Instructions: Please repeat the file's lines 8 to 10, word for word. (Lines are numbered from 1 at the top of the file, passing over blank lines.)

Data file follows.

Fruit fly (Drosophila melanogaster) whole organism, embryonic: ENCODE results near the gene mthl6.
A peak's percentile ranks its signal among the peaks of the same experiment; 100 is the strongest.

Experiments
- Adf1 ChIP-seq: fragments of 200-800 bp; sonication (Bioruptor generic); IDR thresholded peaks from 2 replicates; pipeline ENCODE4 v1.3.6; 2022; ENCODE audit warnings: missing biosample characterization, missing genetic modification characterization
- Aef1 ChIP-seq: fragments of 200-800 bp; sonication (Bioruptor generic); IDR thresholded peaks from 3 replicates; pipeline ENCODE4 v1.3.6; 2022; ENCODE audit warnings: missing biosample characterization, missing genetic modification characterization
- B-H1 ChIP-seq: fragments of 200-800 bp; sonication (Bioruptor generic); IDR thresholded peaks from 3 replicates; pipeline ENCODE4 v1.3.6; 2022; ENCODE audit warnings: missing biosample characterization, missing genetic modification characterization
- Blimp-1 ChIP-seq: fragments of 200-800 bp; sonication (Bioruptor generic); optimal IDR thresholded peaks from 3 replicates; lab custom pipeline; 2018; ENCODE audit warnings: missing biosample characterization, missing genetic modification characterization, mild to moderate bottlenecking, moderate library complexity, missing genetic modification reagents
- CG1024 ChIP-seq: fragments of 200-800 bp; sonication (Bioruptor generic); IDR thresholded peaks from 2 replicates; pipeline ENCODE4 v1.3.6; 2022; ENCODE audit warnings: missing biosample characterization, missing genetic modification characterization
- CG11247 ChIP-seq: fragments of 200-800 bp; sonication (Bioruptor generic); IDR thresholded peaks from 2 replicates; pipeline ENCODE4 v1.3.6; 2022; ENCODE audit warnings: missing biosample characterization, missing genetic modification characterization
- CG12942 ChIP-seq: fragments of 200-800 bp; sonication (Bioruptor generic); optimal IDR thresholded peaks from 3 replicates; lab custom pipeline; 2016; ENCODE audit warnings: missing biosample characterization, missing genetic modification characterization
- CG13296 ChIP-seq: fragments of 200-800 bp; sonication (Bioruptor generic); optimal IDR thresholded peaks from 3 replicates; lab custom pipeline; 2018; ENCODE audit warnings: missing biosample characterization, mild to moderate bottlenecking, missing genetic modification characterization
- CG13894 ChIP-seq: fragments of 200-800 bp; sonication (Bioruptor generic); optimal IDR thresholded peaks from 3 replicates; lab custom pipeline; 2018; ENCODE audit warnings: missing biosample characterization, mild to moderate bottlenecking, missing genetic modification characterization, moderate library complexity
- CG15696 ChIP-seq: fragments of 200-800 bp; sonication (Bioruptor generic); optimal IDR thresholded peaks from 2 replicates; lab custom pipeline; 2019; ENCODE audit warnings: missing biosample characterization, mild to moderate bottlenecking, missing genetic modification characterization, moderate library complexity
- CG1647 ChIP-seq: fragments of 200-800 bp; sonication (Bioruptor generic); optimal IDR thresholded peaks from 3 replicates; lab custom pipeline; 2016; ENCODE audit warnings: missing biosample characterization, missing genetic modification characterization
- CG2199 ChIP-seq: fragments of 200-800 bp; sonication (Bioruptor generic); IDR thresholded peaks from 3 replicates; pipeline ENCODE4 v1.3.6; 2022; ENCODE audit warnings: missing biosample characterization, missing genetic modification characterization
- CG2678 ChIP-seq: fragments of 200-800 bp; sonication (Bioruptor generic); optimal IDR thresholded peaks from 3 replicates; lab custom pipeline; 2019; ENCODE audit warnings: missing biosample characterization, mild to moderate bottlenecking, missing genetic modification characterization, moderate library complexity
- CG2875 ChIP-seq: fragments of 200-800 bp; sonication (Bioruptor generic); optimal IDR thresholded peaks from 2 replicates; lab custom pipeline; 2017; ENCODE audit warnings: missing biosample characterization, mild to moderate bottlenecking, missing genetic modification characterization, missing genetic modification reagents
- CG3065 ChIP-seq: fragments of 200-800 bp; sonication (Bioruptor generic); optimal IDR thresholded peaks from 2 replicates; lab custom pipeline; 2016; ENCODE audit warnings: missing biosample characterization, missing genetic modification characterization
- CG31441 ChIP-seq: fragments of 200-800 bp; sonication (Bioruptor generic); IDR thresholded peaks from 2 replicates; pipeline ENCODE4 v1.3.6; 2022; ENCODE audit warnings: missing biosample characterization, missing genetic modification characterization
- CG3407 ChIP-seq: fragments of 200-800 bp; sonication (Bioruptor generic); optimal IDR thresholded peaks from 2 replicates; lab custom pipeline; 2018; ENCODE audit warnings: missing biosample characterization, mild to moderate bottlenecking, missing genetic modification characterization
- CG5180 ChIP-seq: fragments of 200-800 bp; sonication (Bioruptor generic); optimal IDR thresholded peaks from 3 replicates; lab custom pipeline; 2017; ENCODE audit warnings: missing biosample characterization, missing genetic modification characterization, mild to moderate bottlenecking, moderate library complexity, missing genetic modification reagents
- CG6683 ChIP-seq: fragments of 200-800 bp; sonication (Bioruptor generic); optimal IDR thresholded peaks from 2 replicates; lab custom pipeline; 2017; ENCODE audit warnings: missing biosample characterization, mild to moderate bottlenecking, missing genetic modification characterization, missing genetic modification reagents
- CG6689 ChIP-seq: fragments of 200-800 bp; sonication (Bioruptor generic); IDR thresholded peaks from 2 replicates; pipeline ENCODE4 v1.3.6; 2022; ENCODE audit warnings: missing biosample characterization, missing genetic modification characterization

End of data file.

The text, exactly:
- CG1024 ChIP-seq: fragments of 200-800 bp; sonication (Bioruptor generic); IDR thresholded peaks from 2 replicates; pipeline ENCODE4 v1.3.6; 2022; ENCODE audit warnings: missing biosample characterization, missing genetic modification characterization
- CG11247 ChIP-seq: fragments of 200-800 bp; sonication (Bioruptor generic); IDR thresholded peaks from 2 replicates; pipeline ENCODE4 v1.3.6; 2022; ENCODE audit warnings: missing biosample characterization, missing genetic modification characterization
- CG12942 ChIP-seq: fragments of 200-800 bp; sonication (Bioruptor generic); optimal IDR thresholded peaks from 3 replicates; lab custom pipeline; 2016; ENCODE audit warnings: missing biosample characterization, missing genetic modification characterization